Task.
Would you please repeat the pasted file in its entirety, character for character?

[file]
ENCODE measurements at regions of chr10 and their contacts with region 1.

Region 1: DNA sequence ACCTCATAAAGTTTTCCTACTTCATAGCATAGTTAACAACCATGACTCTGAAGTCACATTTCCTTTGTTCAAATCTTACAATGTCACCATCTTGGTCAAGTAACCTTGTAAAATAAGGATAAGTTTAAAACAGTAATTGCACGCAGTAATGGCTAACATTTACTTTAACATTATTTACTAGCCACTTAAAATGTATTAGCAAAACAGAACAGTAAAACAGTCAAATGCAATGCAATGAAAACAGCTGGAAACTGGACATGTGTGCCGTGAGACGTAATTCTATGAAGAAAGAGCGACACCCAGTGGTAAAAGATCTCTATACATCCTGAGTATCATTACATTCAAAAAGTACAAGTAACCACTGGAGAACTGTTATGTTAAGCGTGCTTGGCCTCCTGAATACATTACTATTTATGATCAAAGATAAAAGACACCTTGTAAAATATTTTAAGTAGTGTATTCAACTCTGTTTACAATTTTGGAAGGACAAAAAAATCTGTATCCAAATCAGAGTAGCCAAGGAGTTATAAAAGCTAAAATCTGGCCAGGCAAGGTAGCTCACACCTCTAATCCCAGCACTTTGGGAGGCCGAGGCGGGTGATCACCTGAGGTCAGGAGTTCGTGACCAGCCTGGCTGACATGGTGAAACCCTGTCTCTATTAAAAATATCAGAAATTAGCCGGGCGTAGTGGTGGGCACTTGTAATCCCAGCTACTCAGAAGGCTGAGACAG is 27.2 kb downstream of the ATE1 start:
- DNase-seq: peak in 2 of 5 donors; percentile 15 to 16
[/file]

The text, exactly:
ENCODE measurements at regions of chr10 and their contacts with region 1.

Region 1: DNA sequence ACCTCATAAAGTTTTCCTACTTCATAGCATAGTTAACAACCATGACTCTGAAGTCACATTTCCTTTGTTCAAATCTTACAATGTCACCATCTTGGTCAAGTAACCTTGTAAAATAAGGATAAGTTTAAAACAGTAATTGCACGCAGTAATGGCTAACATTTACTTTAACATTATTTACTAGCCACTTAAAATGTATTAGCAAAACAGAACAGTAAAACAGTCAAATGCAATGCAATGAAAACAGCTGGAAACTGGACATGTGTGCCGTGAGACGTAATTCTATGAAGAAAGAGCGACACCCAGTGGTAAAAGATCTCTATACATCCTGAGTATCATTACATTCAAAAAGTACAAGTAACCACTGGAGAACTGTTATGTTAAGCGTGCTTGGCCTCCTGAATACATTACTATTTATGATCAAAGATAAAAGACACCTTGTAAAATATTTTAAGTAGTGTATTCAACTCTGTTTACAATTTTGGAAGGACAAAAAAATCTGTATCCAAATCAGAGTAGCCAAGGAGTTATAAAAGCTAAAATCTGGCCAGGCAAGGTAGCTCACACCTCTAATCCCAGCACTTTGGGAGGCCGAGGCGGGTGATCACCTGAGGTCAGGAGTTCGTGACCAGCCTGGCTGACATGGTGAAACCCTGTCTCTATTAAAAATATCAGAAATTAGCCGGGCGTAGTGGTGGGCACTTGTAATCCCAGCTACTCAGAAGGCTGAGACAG is 27.2 kb downstream of the ATE1 start:
- DNase-seq: peak in 2 of 5 donors; percentile 15 to 16